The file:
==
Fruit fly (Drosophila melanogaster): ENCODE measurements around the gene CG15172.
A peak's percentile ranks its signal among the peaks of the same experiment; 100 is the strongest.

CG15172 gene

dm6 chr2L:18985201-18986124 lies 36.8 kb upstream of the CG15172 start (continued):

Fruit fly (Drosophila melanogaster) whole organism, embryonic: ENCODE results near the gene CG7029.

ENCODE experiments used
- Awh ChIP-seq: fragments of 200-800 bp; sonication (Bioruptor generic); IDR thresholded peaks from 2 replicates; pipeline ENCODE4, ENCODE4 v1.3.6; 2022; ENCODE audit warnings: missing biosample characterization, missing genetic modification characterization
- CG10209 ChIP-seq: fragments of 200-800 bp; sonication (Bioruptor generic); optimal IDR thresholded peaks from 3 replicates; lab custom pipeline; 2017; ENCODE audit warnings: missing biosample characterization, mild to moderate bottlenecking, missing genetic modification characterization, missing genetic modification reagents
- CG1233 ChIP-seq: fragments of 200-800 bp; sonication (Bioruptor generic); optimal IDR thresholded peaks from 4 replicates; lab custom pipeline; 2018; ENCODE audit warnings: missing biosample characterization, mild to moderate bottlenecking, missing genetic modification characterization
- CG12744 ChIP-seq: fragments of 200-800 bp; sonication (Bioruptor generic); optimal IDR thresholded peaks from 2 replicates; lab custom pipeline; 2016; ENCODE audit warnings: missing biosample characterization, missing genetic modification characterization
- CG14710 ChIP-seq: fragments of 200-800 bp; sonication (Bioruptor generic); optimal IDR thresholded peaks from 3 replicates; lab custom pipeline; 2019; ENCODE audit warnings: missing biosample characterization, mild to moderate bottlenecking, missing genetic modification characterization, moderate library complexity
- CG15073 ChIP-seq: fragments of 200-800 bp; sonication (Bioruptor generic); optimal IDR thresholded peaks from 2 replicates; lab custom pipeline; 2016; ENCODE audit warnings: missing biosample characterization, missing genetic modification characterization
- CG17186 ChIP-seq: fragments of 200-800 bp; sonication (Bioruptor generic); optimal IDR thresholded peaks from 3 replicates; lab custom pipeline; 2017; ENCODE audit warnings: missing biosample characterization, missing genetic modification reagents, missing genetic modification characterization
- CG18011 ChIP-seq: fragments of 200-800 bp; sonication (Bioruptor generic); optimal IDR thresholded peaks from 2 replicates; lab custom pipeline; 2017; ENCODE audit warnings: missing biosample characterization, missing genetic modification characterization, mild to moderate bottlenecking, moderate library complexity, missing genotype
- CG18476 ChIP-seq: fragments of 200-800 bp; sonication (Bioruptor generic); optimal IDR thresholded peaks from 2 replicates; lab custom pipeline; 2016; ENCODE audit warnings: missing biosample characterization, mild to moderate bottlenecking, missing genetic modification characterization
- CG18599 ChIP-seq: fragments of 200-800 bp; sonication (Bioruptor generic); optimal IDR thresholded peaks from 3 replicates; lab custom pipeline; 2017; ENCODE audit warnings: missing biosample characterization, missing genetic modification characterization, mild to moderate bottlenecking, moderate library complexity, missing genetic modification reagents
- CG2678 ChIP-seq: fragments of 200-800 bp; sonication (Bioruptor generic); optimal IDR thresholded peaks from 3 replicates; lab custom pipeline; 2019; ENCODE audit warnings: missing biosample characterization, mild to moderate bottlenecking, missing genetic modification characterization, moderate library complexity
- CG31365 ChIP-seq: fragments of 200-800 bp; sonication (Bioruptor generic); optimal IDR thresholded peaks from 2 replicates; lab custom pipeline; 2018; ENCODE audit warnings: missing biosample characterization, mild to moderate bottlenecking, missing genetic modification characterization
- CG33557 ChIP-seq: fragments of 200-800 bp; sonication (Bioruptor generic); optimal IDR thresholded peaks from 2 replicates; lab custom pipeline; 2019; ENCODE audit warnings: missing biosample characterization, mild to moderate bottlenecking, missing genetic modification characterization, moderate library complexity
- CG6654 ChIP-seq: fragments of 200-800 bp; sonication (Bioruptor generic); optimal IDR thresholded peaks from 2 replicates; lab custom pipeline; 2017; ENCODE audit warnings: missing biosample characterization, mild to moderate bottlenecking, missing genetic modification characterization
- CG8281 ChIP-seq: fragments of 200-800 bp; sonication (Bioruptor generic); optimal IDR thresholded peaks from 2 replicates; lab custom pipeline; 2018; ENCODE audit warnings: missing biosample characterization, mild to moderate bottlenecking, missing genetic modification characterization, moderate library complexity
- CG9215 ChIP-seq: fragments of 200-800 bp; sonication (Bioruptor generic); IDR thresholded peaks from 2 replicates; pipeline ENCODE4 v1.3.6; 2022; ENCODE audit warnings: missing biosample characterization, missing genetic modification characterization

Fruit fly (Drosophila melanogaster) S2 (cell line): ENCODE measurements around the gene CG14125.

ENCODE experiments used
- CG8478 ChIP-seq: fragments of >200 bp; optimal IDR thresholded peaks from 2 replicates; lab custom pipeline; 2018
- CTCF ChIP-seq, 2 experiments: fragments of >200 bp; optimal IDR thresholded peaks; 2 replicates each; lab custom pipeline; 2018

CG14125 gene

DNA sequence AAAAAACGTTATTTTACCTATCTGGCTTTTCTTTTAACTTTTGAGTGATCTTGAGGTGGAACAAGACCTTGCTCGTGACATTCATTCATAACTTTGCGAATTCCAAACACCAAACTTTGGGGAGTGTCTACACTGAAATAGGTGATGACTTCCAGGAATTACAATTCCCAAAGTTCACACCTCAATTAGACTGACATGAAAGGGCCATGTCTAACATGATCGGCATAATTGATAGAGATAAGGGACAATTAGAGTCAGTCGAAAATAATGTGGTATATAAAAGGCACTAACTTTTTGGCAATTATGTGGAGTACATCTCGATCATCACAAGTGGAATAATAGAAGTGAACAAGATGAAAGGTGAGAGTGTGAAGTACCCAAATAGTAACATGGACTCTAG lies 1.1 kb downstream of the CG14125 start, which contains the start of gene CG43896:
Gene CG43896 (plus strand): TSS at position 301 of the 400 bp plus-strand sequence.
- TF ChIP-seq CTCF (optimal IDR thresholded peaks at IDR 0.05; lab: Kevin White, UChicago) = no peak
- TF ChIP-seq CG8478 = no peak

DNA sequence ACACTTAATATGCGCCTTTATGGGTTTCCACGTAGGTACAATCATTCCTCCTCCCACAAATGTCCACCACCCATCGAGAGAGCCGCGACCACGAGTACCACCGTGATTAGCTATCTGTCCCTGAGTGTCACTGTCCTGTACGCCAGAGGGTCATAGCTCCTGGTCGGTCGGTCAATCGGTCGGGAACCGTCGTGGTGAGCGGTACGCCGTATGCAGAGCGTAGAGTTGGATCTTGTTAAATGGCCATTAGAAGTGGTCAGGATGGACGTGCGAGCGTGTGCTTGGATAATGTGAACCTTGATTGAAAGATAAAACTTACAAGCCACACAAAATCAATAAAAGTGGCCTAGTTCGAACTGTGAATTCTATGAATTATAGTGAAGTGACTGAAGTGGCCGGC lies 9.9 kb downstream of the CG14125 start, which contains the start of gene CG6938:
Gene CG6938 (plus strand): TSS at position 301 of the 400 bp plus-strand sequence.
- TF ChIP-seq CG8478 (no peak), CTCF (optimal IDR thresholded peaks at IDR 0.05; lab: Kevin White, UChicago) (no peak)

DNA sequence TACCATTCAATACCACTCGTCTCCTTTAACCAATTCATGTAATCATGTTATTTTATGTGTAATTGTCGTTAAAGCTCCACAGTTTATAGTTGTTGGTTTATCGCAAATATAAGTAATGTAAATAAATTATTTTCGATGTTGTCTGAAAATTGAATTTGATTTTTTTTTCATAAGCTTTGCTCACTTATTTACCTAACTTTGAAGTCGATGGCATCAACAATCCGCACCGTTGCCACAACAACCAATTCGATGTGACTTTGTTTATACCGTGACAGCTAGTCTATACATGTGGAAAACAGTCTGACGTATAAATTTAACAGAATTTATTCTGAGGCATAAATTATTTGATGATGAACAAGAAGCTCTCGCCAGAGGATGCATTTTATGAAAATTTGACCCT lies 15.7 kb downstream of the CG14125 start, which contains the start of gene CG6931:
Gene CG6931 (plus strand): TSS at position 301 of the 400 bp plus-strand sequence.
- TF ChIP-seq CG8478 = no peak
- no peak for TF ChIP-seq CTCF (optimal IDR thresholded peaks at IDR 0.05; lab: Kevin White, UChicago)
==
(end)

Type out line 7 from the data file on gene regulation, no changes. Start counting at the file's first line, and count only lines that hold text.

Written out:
- Awh ChIP-seq: fragments of 200-800 bp; sonication (Bioruptor generic); IDR thresholded peaks from 2 replicates; pipeline ENCODE4, ENCODE4 v1.3.6; 2022; ENCODE audit warnings: missing biosample characterization, missing genetic modification characterization